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Is Far Cry Primal different enough from its predecessors?

With Far Cry Primal, Ubisoft hopes to push the series into the brutal realities of the Stone Age.

If I learned one thing after four hours in Far Cry Primal's open world, it's this: the sun is my friend. When exploring the lush wilderness of Primal's Stone Age setting, it's safer to venture out during the day, when visibility is higher, and predators are fewer in number.

A day/night cycle is one of several things making Primal a somewhat unusual series entry. It still uses the same basic structure as Far Cry 2, 3 and 4 -- capturing outposts, crafting new weapons, unlocking new skills -- but with a higher focus on survival, the world itself feels more foreboding this time around.

Take the wildlife, for instance. Although hunting plays a part throughout the franchise, Far Cry Primal places it front and center. As humans did in the Stone Age, you'll spend much of your time hunting various creatures for food, supplies, and building materials. Animal fat is essential for torches, which ward off aggressive predators. Bear and jaguar hides help you upgrade not only your equipment, but also the huts in your home village.

This central hub serves as another departure from Far Cry tradition. Whereas the tropical world of Far Cry 3 and the Himalayan mountains of Far Cry 4 focused on scattered camps, Primal's village is the home base around which missions and major upgrades revolve. By venturing into the wild, meeting new characters, and recruiting them as your village's specialists, you'll unlock new options for survival and combat. Each specialist has a hut in your village, each of which needs certain animal skins and herbs to improve.


It's unclear how big Primal's map is, but it's definitely dense.


There are at least eight specialists from what we saw in the demo, each of whom governs a certain skill set. Tensay the shaman, for instance, is the catalyst for new beastmaster abilities. Observing a simple upgrade list showed me the necessary plants and animal hides I needed to upgrade Tensay's hut. After half an hour, I had the supplies, upgraded the shaman's abode, and unlocked the next tier of beastmaster powers.

This structural change to the Far Cry franchise means you'll be returning to your village often, tucked away in a safe cave as it is. In fact, every time I ventured out from its confines, whether on foot or by fast travel to outlying bonfires, danger reared its head soon after. Much like the Stone Age's cave dwellers, I was reluctant to leave the cave without preparing the adequate supplies. Primal's village is both a systemic hub and calm sanctuary.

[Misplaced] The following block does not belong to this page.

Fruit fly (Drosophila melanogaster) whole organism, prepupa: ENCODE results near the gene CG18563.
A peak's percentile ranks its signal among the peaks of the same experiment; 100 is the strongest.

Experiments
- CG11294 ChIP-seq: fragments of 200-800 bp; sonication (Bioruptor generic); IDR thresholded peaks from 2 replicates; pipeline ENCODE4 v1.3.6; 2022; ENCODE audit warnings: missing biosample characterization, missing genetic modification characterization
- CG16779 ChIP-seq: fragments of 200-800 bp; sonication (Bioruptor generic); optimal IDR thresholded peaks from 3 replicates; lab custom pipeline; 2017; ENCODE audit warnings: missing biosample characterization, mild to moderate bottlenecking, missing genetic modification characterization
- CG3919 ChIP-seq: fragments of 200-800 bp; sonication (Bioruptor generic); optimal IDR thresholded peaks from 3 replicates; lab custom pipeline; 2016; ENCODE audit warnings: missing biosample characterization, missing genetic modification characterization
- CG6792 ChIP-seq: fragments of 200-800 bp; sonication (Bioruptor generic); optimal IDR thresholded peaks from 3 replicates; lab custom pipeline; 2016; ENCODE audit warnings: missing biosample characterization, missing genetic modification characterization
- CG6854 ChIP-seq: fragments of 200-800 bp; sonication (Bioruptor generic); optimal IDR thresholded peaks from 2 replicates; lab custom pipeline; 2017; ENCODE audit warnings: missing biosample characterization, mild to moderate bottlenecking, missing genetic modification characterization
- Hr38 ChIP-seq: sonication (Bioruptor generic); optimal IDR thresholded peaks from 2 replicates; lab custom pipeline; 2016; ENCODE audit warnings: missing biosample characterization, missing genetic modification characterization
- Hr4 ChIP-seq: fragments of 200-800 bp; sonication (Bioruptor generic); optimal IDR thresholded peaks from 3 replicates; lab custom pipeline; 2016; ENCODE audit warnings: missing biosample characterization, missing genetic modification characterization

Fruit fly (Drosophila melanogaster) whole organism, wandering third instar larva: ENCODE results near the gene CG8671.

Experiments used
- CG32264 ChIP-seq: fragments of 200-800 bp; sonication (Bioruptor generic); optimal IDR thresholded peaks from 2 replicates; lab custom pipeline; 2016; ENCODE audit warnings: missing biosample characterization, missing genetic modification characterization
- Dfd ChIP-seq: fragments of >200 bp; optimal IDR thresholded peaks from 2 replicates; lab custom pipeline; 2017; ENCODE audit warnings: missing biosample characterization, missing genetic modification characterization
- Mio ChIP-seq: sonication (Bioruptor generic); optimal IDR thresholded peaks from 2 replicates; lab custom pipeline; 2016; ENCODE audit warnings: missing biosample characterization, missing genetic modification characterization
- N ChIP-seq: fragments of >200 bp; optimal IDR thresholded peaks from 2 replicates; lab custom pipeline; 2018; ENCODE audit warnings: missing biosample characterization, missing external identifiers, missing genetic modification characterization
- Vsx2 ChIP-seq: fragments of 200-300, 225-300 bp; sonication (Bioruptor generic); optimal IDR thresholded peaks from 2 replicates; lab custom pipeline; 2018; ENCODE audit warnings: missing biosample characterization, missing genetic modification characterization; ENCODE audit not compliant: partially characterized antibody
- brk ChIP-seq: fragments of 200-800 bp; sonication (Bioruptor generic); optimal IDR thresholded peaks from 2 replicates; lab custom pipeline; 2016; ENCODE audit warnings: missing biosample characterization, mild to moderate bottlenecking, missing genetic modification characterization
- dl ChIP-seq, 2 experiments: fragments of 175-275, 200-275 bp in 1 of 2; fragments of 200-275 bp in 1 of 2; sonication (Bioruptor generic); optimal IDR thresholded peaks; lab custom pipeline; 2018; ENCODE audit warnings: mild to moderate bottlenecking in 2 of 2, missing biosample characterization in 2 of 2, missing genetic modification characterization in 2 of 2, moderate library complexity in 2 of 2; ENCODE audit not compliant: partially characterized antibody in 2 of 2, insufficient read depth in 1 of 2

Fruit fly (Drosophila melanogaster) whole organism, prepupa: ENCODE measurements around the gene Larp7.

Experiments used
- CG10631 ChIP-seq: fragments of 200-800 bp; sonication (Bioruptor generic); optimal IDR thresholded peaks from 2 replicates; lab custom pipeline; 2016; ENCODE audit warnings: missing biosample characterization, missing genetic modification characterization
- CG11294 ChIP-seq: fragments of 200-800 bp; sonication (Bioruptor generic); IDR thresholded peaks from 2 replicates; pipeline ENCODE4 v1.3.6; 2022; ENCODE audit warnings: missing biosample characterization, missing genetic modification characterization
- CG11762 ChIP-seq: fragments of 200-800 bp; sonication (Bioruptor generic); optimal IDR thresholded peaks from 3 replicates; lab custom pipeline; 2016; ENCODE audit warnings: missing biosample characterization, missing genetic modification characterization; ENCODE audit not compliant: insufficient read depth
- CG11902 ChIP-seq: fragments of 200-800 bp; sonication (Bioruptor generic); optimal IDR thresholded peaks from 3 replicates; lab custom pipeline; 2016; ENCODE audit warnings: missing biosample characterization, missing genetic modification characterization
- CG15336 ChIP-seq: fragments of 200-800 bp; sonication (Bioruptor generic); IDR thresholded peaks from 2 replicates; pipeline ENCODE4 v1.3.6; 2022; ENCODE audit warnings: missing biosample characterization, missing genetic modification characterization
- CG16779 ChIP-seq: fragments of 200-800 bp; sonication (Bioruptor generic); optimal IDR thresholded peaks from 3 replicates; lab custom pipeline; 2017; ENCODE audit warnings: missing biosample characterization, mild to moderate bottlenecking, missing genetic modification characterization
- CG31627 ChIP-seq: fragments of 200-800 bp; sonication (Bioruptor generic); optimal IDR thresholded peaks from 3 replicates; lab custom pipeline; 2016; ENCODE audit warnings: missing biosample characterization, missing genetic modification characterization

All of the upgrading -- whether by hunting, gathering, or recruiting new specialists to your camp -- facilitates Primal's brutal combat. This series entry doesn't fall back on heavy machine guns or vehicular assaults -- instead, it stresses close-quarters melee fighting and numbers management. That is, while Far Cry 3 and 4 granted you options for taking on large groups, Primal is less forgiving when you're outnumbered.


Combat with large groups requires quick decision-making.


There are still options for taking on several enemy tribesmen at once -- a makeshift "beehive grenade" is one of my favorites -- but they're not as powerful as a modern landmine or RPG. During my demo, I only ever attacked enemy groups, or aggressive packs of wolves, if I had the upper hand from the outset.

During the few hours I played, this tense combat created a sense of impact when I actually did begin skirmishes. I could only swing my club at one enemy's head before his two companions swarmed me, and the bow and arrow is hard to use on moving targets. The same goes for any animal companions I sent into the fight. My jaguar was effective for only a short time if I couldn't stop a distant tribesman from hurling a spear at the beast.

But much like the combat in the rest of the Far Cry franchise, Primal's felt as if it was fueled by the many looming upgrades in my skill tree, promising to add another wrinkle to my ambushes, or another tactic I could employ down the road. Primal also felt like its predecessors in that its world was only captivating because of the progress you could achieve by exploring it.

But the day/night cycle, the focus on survival, and the central village hub all combined to create a tense, measured, brutal demo. After four hours with the next installment in one of Ubisoft's flagship franchises, it was clear that Far Cry Primal is taking steps to create a unique experience in itself. However, time will tell if the entirety of the game can reel us through the Stone Age setting. Come late February, we'll have a full review detailing our thoughts.